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沖縄慰霊の日   Okinawa Memorial Day








It was June 23 last week.

It is said that the total number of Japanese war dead in the Battle of Okinawa was about 230,000, including residents and military personnel from Okinawa Prefecture and other prefectures. The total number of Japanese casualties in World War II was as many as 3.1 million.

We see and hear the news about World War II several times a year, including on Okinawa Memorial Day, the anniversary of the atomic bombing, and the anniversary of the war's end.

My uncle, a radio operator then, was killed in the war at the age of 27 when the ship he was on was sunk on its way to Okinawa, and not a hair of his was left behind.

I always remember him when these memorial days come. And at the same time, I feel indignant at the laxity in the pursuit of responsibility for the war that resulted in 3.1 million war dead.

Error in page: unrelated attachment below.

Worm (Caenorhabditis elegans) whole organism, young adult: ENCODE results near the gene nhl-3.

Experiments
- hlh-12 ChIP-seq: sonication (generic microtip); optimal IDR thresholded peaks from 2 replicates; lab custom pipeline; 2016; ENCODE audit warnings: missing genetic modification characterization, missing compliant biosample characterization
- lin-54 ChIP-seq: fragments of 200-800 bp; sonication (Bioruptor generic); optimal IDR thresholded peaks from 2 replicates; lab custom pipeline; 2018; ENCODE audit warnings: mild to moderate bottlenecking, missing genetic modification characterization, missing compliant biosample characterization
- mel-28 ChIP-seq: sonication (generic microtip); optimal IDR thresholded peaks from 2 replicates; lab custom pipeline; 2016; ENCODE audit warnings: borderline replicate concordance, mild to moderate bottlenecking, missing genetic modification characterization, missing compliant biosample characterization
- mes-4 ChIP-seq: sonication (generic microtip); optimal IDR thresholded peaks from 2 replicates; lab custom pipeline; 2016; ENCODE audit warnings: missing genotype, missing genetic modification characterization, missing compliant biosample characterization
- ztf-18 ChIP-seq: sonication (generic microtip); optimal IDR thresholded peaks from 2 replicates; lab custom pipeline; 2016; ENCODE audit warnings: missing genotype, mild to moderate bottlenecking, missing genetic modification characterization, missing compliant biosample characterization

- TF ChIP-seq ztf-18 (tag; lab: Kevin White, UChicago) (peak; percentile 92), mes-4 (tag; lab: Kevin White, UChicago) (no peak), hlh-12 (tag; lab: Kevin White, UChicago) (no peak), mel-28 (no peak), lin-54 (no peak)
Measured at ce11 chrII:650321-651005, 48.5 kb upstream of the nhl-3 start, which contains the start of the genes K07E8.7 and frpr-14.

Compared to Germany and other countries, Japan's postwar handling was so lax that even war criminals quickly returned to politics, and their families stood on the stage to decide the course of Japan's future without shame.

We Japanese must not forget the harm Japan has inflicted on foreign countries as well as the damage we have suffered.